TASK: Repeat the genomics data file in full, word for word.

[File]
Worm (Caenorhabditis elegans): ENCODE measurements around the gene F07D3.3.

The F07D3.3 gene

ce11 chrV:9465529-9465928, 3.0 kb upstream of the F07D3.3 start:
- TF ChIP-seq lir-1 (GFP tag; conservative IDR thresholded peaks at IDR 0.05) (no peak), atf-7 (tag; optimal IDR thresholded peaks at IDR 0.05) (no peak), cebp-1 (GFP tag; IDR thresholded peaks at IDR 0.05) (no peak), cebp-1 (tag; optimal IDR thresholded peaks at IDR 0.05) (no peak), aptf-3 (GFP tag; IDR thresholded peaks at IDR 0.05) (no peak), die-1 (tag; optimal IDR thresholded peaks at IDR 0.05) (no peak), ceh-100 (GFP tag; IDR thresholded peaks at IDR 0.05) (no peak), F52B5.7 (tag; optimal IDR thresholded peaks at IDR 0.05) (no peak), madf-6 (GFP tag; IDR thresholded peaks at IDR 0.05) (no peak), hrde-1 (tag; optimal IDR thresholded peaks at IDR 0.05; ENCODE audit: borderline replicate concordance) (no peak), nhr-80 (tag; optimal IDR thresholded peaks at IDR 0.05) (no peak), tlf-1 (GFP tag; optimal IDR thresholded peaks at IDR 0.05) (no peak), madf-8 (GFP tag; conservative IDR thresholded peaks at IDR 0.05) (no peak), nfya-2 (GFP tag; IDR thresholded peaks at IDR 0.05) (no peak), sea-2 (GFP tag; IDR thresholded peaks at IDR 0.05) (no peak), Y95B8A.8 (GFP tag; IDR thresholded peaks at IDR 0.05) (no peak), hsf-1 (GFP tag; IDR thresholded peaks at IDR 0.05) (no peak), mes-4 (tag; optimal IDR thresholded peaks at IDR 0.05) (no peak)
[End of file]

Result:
Worm (Caenorhabditis elegans): ENCODE measurements around the gene F07D3.3.

The F07D3.3 gene

ce11 chrV:9465529-9465928, 3.0 kb upstream of the F07D3.3 start:
- TF ChIP-seq lir-1 (GFP tag; conservative IDR thresholded peaks at IDR 0.05) (no peak), atf-7 (tag; optimal IDR thresholded peaks at IDR 0.05) (no peak), cebp-1 (GFP tag; IDR thresholded peaks at IDR 0.05) (no peak), cebp-1 (tag; optimal IDR thresholded peaks at IDR 0.05) (no peak), aptf-3 (GFP tag; IDR thresholded peaks at IDR 0.05) (no peak), die-1 (tag; optimal IDR thresholded peaks at IDR 0.05) (no peak), ceh-100 (GFP tag; IDR thresholded peaks at IDR 0.05) (no peak), F52B5.7 (tag; optimal IDR thresholded peaks at IDR 0.05) (no peak), madf-6 (GFP tag; IDR thresholded peaks at IDR 0.05) (no peak), hrde-1 (tag; optimal IDR thresholded peaks at IDR 0.05; ENCODE audit: borderline replicate concordance) (no peak), nhr-80 (tag; optimal IDR thresholded peaks at IDR 0.05) (no peak), tlf-1 (GFP tag; optimal IDR thresholded peaks at IDR 0.05) (no peak), madf-8 (GFP tag; conservative IDR thresholded peaks at IDR 0.05) (no peak), nfya-2 (GFP tag; IDR thresholded peaks at IDR 0.05) (no peak), sea-2 (GFP tag; IDR thresholded peaks at IDR 0.05) (no peak), Y95B8A.8 (GFP tag; IDR thresholded peaks at IDR 0.05) (no peak), hsf-1 (GFP tag; IDR thresholded peaks at IDR 0.05) (no peak), mes-4 (tag; optimal IDR thresholded peaks at IDR 0.05) (no peak)